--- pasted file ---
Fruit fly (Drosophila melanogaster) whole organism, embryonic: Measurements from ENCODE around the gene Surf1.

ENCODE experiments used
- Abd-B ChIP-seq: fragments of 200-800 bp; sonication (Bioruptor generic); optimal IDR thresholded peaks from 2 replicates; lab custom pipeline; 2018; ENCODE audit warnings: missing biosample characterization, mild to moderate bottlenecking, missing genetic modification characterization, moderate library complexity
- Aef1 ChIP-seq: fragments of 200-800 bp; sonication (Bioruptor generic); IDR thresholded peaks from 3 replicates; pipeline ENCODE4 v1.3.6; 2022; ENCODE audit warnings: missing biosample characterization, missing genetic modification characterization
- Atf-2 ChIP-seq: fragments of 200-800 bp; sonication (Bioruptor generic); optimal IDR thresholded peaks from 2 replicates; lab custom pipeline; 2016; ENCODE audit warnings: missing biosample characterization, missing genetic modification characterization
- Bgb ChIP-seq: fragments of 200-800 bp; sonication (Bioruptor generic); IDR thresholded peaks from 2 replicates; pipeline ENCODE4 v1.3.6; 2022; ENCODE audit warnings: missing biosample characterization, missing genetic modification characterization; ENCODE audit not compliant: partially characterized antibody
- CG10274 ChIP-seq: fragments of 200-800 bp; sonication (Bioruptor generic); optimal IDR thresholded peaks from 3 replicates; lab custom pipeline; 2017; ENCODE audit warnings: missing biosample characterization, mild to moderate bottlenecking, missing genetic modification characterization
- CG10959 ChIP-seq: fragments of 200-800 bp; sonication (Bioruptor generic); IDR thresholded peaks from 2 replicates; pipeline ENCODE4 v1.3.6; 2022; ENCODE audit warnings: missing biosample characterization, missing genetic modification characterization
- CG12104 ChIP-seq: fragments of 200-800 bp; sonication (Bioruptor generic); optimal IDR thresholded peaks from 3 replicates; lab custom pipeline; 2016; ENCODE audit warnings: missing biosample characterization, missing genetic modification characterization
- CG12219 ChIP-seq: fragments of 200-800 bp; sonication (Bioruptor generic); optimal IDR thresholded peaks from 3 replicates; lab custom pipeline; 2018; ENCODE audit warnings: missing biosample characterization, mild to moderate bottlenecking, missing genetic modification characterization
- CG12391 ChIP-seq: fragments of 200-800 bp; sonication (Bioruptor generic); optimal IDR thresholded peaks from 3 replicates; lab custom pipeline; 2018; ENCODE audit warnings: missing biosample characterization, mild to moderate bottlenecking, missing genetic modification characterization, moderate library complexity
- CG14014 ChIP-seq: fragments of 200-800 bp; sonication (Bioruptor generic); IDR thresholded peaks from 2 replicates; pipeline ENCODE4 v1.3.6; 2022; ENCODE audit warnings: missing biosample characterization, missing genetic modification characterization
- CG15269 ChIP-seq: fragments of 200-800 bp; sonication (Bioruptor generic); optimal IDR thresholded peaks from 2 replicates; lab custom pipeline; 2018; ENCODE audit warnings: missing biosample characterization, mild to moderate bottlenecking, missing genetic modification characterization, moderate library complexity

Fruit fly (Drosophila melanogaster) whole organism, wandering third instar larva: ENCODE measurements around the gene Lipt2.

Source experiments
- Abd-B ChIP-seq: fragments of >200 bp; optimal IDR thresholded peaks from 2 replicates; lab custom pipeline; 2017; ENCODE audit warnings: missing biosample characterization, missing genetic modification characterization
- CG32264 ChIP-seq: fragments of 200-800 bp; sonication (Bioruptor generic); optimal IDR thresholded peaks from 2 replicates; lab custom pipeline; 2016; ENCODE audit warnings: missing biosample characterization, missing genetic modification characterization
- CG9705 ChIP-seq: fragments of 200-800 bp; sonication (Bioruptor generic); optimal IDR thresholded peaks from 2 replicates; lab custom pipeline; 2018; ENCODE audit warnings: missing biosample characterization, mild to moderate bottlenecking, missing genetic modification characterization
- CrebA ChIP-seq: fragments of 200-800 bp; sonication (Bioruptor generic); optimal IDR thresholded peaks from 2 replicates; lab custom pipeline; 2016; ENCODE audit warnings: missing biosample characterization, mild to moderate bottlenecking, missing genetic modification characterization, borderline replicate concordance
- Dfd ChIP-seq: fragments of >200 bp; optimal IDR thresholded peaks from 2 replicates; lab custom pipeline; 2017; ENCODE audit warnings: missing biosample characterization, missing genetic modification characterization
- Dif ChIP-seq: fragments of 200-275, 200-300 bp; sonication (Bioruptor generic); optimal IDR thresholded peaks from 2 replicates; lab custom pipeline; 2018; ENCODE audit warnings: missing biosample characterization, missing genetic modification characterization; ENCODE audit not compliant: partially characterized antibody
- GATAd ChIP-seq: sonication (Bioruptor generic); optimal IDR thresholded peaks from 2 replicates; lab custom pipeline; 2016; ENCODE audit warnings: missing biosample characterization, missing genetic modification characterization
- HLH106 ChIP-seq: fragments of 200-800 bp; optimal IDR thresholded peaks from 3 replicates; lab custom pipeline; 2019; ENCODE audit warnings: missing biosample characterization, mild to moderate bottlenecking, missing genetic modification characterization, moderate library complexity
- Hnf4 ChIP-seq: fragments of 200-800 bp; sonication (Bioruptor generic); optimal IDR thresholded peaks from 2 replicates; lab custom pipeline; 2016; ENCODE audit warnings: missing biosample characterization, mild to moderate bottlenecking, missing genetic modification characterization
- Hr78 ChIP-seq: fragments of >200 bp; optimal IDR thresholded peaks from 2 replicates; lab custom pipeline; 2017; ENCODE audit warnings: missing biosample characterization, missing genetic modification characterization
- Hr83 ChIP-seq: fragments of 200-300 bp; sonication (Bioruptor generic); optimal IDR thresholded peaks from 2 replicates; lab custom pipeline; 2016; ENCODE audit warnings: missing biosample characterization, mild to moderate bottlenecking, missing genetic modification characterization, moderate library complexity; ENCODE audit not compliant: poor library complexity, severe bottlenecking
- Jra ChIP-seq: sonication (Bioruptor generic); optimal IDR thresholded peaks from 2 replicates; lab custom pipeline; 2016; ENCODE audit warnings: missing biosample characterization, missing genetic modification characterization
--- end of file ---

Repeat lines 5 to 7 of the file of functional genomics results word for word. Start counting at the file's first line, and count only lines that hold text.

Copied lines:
- Atf-2 ChIP-seq: fragments of 200-800 bp; sonication (Bioruptor generic); optimal IDR thresholded peaks from 2 replicates; lab custom pipeline; 2016; ENCODE audit warnings: missing biosample characterization, missing genetic modification characterization
- Bgb ChIP-seq: fragments of 200-800 bp; sonication (Bioruptor generic); IDR thresholded peaks from 2 replicates; pipeline ENCODE4 v1.3.6; 2022; ENCODE audit warnings: missing biosample characterization, missing genetic modification characterization; ENCODE audit not compliant: partially characterized antibody
- CG10274 ChIP-seq: fragments of 200-800 bp; sonication (Bioruptor generic); optimal IDR thresholded peaks from 3 replicates; lab custom pipeline; 2017; ENCODE audit warnings: missing biosample characterization, mild to moderate bottlenecking, missing genetic modification characterization